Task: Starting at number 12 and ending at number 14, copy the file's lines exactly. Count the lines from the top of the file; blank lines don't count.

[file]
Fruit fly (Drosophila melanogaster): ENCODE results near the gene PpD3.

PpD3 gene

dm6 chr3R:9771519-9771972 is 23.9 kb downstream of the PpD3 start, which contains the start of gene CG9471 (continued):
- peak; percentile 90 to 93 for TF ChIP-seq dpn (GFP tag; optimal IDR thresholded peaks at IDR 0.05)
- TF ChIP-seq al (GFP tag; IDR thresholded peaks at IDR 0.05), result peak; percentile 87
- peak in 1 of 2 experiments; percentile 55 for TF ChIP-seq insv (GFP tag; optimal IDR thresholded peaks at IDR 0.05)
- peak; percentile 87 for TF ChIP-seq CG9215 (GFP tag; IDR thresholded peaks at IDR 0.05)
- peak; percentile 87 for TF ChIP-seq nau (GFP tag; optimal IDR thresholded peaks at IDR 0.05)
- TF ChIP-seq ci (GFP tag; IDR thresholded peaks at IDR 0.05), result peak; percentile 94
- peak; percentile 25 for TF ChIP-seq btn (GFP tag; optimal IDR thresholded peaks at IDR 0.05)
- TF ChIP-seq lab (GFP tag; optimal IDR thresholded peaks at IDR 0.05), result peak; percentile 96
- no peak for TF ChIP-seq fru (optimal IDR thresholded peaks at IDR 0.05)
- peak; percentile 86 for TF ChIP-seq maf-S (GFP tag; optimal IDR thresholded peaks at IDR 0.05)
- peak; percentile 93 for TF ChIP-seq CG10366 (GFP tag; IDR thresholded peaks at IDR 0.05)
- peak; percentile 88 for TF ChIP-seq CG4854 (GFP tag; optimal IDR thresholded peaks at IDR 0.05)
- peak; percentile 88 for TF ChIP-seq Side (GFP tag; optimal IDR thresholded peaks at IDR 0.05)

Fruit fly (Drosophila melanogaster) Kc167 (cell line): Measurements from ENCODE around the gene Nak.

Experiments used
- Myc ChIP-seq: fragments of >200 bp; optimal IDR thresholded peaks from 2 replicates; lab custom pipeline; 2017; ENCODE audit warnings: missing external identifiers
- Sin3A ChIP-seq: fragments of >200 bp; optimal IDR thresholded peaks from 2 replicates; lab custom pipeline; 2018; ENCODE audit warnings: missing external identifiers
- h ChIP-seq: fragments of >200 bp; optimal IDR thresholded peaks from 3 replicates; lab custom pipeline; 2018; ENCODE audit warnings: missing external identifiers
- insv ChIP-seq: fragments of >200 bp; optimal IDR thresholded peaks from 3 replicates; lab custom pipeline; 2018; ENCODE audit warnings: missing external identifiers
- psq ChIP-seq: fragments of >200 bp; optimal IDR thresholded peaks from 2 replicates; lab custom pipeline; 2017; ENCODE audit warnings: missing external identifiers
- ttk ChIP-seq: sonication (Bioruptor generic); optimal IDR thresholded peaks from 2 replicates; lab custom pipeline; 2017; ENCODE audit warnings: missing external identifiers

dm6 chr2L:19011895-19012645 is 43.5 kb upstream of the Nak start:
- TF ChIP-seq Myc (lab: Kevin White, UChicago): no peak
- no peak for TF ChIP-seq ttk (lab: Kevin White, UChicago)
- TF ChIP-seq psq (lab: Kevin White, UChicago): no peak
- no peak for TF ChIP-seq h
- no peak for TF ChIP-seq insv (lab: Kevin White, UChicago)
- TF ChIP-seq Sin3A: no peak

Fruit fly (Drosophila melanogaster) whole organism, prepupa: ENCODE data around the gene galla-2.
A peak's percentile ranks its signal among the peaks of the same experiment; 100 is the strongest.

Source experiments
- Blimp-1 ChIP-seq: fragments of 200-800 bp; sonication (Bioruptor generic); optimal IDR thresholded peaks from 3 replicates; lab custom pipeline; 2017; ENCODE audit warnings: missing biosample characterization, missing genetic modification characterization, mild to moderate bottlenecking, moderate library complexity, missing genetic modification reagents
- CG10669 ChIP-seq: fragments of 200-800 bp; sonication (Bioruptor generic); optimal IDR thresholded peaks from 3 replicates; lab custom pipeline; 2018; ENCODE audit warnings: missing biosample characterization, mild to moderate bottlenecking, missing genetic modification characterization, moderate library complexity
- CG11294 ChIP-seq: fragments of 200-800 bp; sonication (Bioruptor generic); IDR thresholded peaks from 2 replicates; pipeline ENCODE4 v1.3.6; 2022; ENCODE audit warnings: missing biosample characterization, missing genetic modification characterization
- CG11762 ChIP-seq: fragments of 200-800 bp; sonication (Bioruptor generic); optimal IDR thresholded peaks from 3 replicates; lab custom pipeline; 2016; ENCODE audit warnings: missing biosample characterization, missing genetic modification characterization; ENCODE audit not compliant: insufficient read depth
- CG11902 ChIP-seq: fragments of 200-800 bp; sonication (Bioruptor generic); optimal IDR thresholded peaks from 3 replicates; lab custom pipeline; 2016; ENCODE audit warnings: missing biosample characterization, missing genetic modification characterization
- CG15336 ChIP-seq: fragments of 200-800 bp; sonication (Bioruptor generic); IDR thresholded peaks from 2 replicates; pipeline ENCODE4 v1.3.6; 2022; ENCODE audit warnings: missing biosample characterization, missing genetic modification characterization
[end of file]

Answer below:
- no peak for TF ChIP-seq fru (optimal IDR thresholded peaks at IDR 0.05)
- peak; percentile 86 for TF ChIP-seq maf-S (GFP tag; optimal IDR thresholded peaks at IDR 0.05)
- peak; percentile 93 for TF ChIP-seq CG10366 (GFP tag; IDR thresholded peaks at IDR 0.05)